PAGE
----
America. Canadian GDP rose in March by 0.3%, recouping the fall of February by 0.1%. In the United States in April industrial orders fell by 1.2% after rising for 3.8% in March – it seems as the sum is an increase, but this is without taking inflation into account, which is raging now. Regional indices of activity in May were terrible – especially dramatic tumbled down the new orders, but part of the decline occurred because of the problems with Japanese deliveries; national ISM index showed the worst monthly fall in the manufacturing sector since 1984, reaching a 20-month low. House prices in the United States from S&P/Case-Shiller decreased by 4.9% y/y in the first quarter, breaking through the crisis lows – long graph of the index’s author Robert Shiller is quite eloquent: taking into account real inflation, prices have played off all the growth of 2000’s, returning to years 1998/99; the gap with the cost of construction is still high – further convergence is inevitable. The labour market is unhappy: online vacancies stopped growing; the number of planned layoffs is greater than ever, while recruitment is falling (data of Challenger); private sector employment by ADP is 6 times worse than expected; initial applications for unemployment benefits are still above recessionary barrier of 400 thousand. The report for May is ugly – the number of jobs created is three times less than the forecast, unemployment grew, average length of being in an unemployment status set a new record (almost 40 weeks) etc.; still, this is with manipulations – last year, adult population of the USA has grown by 1.8 million, but the workforce, for some reason, declined by 0.5 million. So the consumer sentiments worsen too, while inflationary expectations are rising. Car sales in May decreased by 12.2% against April – of course, blame is on the Japanese supply interruption, but not only: as soon as the customers’ benefits were cut they began to refuse from purchases.
Source: Robert Shiller
Source: Bureau of Labour Statistics, USA
Russia. Rosstat published a demographic survey for April. Birth rate is 9.7 thousand lower than in the same month of 2010, and mortality – by 8.2 thousand; for 4 months in general mortality decreased by more – but the only difference is in excess mortality of last year’s February. Bank of Russia has again raised the deposit rate, because “inflation has accelerated”. Annual growth of monetary base at May, 1 has been minimal since December 2009, and of the M2 broad money supply – since January 2010: i.e. monetary factors of the current spike in prices are no longer relevant, but Ignatiev and Ulyukaev don’t care – it was said “prices are rising – tighten the policy”, so they are tightening. Already 143 km of the “Don” federal highway, advertised as the success of recent years, have become paid – while the alternative free roads are of abominable quality. Recalls of the officials from the boards of governmental corporations acquired a fun continuance: Duma Speaker Gryzlov offered to appoint EdRo functionaries on the vacant posts – this will “make the work of these companies more efficient and increase their competitiveness”; as in a joke where Petka studies the phrase “Patricians went to thermaes with hetaeras” – and Vasily Ivanovich explains that the first word means “party members”. Medvedev and Putin were drawn as tennis players by some master of street art – “I took two most famous people in our country who, despite the fact that we all live in a consumer society, are completely alienated from the world of fashion and show-business”: what an ideological hooliganism! Lawyer Navalny complained about expensive electronic voting machines for the Central Election Committee – and received a rebuke from the head of the latter: “Some don’t sleep for nights – waiting for Churov to steal something... Churov himself never took a penny!” Even in greyhound puppies?..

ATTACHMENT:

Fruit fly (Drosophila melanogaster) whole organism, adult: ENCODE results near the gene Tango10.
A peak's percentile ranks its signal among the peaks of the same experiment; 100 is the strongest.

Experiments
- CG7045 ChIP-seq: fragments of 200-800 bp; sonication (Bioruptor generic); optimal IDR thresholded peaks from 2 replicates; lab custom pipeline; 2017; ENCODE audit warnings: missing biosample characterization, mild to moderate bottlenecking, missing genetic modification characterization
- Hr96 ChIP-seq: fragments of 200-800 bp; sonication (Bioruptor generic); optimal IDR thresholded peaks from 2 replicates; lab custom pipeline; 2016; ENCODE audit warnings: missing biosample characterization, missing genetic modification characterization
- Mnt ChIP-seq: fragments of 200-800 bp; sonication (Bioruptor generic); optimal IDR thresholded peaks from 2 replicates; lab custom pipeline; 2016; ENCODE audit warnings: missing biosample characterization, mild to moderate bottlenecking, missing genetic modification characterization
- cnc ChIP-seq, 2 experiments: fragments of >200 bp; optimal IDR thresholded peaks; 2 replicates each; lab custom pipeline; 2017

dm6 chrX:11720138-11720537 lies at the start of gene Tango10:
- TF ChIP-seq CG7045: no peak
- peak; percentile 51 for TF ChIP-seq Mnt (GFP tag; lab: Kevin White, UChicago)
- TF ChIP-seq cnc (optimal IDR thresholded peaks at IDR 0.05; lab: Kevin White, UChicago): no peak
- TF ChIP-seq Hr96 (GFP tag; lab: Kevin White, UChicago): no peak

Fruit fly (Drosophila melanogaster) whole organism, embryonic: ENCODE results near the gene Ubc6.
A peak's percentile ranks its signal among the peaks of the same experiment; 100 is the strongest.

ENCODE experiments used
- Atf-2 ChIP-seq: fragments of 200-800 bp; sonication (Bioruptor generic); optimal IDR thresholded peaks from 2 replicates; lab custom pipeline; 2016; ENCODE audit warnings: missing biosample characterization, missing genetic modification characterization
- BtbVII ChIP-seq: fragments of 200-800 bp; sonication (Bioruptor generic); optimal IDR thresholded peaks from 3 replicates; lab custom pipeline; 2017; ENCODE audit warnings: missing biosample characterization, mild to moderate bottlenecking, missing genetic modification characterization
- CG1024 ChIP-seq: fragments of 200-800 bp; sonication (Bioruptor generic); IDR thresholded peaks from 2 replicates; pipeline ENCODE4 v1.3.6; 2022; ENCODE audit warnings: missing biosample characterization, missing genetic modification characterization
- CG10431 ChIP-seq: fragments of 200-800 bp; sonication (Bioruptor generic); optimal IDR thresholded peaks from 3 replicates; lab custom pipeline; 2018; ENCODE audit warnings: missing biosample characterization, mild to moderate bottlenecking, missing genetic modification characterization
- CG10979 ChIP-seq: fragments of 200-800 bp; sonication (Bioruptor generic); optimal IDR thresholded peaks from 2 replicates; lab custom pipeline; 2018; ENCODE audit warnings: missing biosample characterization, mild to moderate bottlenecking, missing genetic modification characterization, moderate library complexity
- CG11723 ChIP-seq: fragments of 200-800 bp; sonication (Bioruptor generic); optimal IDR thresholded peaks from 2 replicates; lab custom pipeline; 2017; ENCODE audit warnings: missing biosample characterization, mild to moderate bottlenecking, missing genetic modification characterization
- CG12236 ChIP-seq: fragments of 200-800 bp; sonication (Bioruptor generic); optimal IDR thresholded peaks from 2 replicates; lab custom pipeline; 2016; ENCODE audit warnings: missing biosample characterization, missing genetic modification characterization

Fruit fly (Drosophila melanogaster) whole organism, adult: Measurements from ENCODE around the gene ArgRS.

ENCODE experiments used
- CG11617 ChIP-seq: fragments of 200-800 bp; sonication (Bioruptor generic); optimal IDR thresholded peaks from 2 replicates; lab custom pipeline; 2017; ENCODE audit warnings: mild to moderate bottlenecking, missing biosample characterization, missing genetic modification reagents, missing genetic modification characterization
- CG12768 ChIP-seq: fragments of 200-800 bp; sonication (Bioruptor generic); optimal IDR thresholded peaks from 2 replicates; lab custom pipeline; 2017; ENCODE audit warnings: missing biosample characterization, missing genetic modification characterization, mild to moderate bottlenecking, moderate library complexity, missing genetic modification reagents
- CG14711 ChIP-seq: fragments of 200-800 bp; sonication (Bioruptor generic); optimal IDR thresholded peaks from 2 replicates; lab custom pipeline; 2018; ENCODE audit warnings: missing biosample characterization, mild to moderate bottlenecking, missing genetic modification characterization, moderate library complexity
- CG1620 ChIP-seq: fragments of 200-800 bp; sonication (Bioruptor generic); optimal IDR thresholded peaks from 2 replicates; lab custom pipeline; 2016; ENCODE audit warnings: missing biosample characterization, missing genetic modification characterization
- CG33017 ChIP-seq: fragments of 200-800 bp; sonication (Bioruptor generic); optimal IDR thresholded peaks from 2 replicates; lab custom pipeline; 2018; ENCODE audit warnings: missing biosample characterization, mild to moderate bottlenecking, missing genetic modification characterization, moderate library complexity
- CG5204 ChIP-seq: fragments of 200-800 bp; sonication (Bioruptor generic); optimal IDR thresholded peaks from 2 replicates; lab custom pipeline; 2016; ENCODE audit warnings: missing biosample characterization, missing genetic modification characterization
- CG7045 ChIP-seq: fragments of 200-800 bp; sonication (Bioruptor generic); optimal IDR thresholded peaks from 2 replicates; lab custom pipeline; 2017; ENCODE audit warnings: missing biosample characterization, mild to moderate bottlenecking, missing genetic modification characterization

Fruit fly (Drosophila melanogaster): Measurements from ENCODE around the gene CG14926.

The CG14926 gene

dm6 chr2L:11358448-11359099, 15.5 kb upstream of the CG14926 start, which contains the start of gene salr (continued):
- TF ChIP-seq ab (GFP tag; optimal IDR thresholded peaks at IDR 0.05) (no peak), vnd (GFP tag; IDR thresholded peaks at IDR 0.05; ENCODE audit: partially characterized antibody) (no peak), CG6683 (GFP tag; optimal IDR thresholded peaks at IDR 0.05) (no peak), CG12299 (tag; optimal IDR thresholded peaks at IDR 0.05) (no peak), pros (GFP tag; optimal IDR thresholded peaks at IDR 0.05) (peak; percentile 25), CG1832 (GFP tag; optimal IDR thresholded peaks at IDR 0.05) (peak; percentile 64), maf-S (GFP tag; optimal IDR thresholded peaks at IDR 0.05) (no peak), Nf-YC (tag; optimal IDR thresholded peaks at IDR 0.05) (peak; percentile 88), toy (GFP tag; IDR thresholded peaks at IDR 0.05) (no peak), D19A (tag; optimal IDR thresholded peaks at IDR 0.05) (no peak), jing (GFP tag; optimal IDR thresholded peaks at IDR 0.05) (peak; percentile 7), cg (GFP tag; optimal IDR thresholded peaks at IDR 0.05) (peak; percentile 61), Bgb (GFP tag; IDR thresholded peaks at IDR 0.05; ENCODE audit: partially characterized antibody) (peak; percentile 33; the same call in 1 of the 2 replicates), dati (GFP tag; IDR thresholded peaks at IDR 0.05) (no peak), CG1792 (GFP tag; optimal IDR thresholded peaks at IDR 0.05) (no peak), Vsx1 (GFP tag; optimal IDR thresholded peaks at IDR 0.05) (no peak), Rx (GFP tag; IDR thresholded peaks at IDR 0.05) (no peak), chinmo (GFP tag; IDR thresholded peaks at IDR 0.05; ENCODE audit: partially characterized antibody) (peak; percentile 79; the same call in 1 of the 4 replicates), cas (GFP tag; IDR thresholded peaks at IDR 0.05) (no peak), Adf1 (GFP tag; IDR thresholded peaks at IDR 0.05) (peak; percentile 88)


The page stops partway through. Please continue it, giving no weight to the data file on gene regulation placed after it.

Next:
Illustration: Artem Popov, ITinvest
Have a nice week!